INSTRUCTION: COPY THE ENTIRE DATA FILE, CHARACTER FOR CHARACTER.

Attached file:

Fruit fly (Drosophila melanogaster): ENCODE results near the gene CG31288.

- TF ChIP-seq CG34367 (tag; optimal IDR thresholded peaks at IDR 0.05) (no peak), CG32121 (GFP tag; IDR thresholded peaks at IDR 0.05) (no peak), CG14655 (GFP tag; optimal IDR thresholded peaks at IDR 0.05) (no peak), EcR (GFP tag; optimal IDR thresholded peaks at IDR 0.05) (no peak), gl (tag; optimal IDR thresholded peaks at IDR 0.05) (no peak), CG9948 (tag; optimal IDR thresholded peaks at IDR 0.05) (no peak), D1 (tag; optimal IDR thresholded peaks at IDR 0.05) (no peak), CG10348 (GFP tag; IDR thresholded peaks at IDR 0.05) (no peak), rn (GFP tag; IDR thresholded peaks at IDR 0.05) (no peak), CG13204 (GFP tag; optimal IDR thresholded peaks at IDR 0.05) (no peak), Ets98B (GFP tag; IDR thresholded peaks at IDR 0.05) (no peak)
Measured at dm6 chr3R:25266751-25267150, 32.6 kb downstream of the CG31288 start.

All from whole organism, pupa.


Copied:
Fruit fly (Drosophila melanogaster): ENCODE results near the gene CG31288.

- TF ChIP-seq CG34367 (tag; optimal IDR thresholded peaks at IDR 0.05) (no peak), CG32121 (GFP tag; IDR thresholded peaks at IDR 0.05) (no peak), CG14655 (GFP tag; optimal IDR thresholded peaks at IDR 0.05) (no peak), EcR (GFP tag; optimal IDR thresholded peaks at IDR 0.05) (no peak), gl (tag; optimal IDR thresholded peaks at IDR 0.05) (no peak), CG9948 (tag; optimal IDR thresholded peaks at IDR 0.05) (no peak), D1 (tag; optimal IDR thresholded peaks at IDR 0.05) (no peak), CG10348 (GFP tag; IDR thresholded peaks at IDR 0.05) (no peak), rn (GFP tag; IDR thresholded peaks at IDR 0.05) (no peak), CG13204 (GFP tag; optimal IDR thresholded peaks at IDR 0.05) (no peak), Ets98B (GFP tag; IDR thresholded peaks at IDR 0.05) (no peak)
Measured at dm6 chr3R:25266751-25267150, 32.6 kb downstream of the CG31288 start.

All from whole organism, pupa.